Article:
Up to what year of mathematics research, does every mathematician need to know all mathematics discovered until that point?

My answer to a question on Quora: Up to what year of mathematics research, does every mathematician need to know all mathematics discovered until that point?

At a practical level: for a beginner mathematician, it is critically important to read classical papers in the field very carefully, line-by-line. With experience, you start scanning papers for key ideas and critical configurations where mistakes are more likely: “aha, the author uses this particular approach; it is interesting to see where and how that particular case is handled in the proof …” This works because an experienced mathematician maintains in his or her mind a mental image of his/her research field and maps the mathematical contents of the paper to that image.

It is impossible to read all publications even in a relatively narrow area of research. You have to be very selective in your reading. Life is short. Mathematics is done by the subconscious; when reading mathematics, you feed your subconscious. It is like feeding a pet — you are responsible for its well-being, and have to maintain a healthy nutritious diet.


Why are the transpose and inverse of an orthogonal matrix equal?

My answer to a question in Quora: Why are the transpose and inverse of an orthogonal matrix equal?

Orthogonal matrices have several equivalent definitions — this is reflected in previous answers to your question. It could happen that in the book that you are using, or in the lectures that you are taking, the equality of the transpose and inverse, \(A^T = A^{-1}\), is chosen as the first definition of an orthogonal matrix and its equivalence to other statements is proven later.

So my answer: depending on the chosen way of exposition of linear algebra in a book or a lecture, it could be just a definition.


What does the given fact that a matrix A times itself equals -A have to say about its eigenvalues?

My answer to a question on Quora: What does the given fact that a matrix A times itself equals -A have to say about its eigenvalues?

There were two answers in this thread, and both correctly stated that the eigenvalues of \(A\) equal \(0\) or \(-1\). However, one of the answers contains the assertion:

They are all either zero or \(-1\), regardless of \(A\)’s being diagonalizable or invertible.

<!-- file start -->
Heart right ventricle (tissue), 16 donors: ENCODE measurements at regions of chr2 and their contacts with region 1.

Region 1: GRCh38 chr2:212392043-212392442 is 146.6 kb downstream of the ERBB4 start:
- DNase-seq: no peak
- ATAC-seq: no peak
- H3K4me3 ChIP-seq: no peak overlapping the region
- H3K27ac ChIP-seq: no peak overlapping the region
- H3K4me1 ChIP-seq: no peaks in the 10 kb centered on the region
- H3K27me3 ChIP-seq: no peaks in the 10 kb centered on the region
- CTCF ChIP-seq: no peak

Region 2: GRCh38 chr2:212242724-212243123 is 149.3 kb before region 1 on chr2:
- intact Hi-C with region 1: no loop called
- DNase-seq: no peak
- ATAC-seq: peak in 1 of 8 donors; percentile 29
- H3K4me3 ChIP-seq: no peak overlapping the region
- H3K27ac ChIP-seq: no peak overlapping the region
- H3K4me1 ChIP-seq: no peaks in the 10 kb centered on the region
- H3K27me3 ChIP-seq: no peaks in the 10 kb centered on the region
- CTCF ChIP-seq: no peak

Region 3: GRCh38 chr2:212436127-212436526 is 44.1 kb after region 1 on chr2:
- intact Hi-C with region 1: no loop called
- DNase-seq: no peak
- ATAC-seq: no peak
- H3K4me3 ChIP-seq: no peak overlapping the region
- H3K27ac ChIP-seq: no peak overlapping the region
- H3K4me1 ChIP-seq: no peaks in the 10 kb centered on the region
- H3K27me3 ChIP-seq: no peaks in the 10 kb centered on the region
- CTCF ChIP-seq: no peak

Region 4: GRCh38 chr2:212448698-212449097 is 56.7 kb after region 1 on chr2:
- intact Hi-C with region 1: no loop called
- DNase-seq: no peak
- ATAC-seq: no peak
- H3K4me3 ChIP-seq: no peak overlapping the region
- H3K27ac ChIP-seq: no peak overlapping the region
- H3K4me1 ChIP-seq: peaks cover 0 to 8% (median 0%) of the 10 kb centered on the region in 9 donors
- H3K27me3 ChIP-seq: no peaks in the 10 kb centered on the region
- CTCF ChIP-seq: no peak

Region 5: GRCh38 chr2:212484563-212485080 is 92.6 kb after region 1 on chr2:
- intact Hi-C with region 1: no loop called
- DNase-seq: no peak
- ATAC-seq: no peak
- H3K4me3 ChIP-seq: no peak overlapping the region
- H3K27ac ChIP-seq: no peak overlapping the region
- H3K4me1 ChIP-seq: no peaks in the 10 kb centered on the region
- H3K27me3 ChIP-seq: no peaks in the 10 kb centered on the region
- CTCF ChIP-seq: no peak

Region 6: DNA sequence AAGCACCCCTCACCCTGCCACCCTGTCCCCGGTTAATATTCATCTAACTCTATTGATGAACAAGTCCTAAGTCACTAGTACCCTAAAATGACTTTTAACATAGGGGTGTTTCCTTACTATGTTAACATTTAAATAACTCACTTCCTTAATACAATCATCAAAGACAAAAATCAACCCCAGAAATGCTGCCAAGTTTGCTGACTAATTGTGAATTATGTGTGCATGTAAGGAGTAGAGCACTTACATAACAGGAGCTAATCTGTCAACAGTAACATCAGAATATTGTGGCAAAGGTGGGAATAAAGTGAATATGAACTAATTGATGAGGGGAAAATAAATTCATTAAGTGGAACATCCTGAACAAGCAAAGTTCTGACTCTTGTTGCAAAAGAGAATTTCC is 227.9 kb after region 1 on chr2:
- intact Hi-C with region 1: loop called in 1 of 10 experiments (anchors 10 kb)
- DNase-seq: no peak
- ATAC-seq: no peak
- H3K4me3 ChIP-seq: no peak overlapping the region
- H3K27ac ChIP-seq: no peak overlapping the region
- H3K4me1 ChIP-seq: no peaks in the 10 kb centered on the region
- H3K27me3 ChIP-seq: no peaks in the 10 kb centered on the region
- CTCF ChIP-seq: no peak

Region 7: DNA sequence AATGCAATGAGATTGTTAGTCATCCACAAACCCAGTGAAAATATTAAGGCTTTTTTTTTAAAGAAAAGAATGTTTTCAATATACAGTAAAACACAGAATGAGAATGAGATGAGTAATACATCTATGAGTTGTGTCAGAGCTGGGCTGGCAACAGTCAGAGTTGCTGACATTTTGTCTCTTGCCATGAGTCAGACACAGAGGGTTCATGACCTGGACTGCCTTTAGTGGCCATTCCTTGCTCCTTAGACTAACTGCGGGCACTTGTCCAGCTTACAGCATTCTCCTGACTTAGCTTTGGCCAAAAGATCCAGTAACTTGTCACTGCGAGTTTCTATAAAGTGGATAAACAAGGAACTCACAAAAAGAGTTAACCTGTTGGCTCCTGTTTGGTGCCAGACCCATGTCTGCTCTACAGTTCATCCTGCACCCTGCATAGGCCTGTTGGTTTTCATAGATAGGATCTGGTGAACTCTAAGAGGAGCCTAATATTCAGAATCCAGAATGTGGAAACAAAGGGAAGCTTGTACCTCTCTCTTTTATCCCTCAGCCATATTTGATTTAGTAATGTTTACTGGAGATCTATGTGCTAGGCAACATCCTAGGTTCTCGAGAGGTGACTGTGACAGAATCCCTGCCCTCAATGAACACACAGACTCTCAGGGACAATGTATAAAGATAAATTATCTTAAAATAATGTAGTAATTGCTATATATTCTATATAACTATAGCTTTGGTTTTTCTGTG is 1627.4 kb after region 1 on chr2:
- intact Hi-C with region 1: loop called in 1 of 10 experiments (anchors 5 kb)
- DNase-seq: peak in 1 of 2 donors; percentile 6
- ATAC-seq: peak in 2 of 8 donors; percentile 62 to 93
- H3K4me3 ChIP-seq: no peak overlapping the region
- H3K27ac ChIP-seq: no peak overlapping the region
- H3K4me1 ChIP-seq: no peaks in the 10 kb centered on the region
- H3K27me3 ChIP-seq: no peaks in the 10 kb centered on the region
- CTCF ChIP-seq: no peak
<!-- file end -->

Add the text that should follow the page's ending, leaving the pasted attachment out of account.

I wish to add that \(A\) is actually diagonalisable. And here is a proof.

Let \(A\) be a \(n\times n\) matrix. To prove that \(A\) is diagonalisable, it suffices to show that the vector space \(V= \mathbb{R}^n\) can be written as a sum of eigenspaces \(V_0\) and \(V_{-1}\) for \(A\) and its eigenvalues \(0\) and \(-1\), correspondingly, or, which is the same, every vector \(\vec{v} \in V\) can be presented as a sum

\(\vec{v} = \vec{v}_0 + \vec{v}_{-1}\)

with \(\vec{v}_0\in V_0\) and \(\vec{v}_{-1}\in V_{-1}\). But this is easy; indeed, obviously

\(\vec{v} = (\vec{v} + A\vec{v}) – A\vec{v}.\)

Observe that

\(A(\vec{v} + A\vec{v}) = A\vec{v} +A^2\vec{v} = A\vec{v} – A\vec{v} = 0\)


\(A(-A\vec{v}) = -A^2\vec{v} = -(-A\vec{v}),\)

so we can take

\(\vec{v}_0 = \vec{v} + A\vec{v} \quad \mbox{ and }\quad \vec{v}_{-1} = -A \vec{v}.\)


Why do some square matrices not have an inverse?

My answer to a question on Quora: Why do some square matrices not have an inverse? I need a simple answer.

A good question, and it can be explained by a simple observations: there are non-zero square matrices \(A\) and \(B\) such that the product is the zero matrix: \(AB = 0\). Let us look at the example given by Alexander Farrugia:

\(A = \left(\begin{array}{rr} 1&2\\ 1&2\end{array}\right) \)

it is not invertible because if I take

\(B = \left(\begin{array}{rr} -2&-2\\ 1&1\end{array}\right) \)

then their product is the zero matrix:

\(AB = \left(\begin{array}{rr} 1&2\\ 1&2\end{array}\right) \left(\begin{array}{rr} -2&-2\\ 1&1\end{array}\right)=\left(\begin{array}{rr} 0&0\\ 0&0\end{array}\right). \)

Can after that \(A\) be inversible? No, it cannot, because multiplying the last equality by \(A^{-1}\), we get \(A^{-1}AB = A^{-1}\cdot 0\), which simplifies as \(B=0\).

I will give this as a simple exercise to my (first-year) students:

A square matrix \(A\) is either invertible, or there exists a non-zero square matrix \(B\) such that \(AB = 0\).


Is there a reason matrix multiplication is defined as row times column and not row times row?

My answer to a question on Quora: Is there a reason matrix multiplication is defined as row times column and not row times row?

Let us look at a basic (and real life) example of matrix multiplication: a matrix made of a single row is multiplied by a matrix made of a single column. This example is calculation of the cost of purchase of some amounts \(g_1,g_2, g_3\) of some goods (say, apples, bananas, and oranges) at prices \(p_1,p_2, p_3\) of pounds (of sterling) per kilogram. The answer is well known:

\(\displaystyle{p_1g_1 + p_2 g_2 +p_3g_3 = \sum_{i=1}^3 p_ig_i},\)

which could be conveniently written as a matrix product:

\(\displaystyle{p_1g_1 + p_2 g_2 +p_3g_3 = \left[\begin{array}{ccc} p_1 & p_2 & p_3\end{array}\right]\cdot \left[\begin{array}{c} g_1\\ g_2 \\g_3 \end{array}\right]}.\)

The “row by column” rule of multiplication of matrices conveniently emphasises the fundamental fact that the row vector of fruits and the column vector of prices belong to different vector spaces. For example, they cannot be added — you do not add fruits and prices.

The “row by column rule” is a convenient symbolical expression of a construction know in linear algebra as paring of vector spaces, see Dual pair – Wikipedia. Actually, in this fruit bowl example, it would be natural to take one step further and use upper and lower indices in the notation,

\(p_1g^1 + p_2 g^2 +p_3g^3 = \left[\begin{array}{ccc} p_1 & p_2 & p_3\end{array}\right]\cdot \left[\begin{array}{c} g^1\\ g^2 \\g^3 \end{array}\right].\)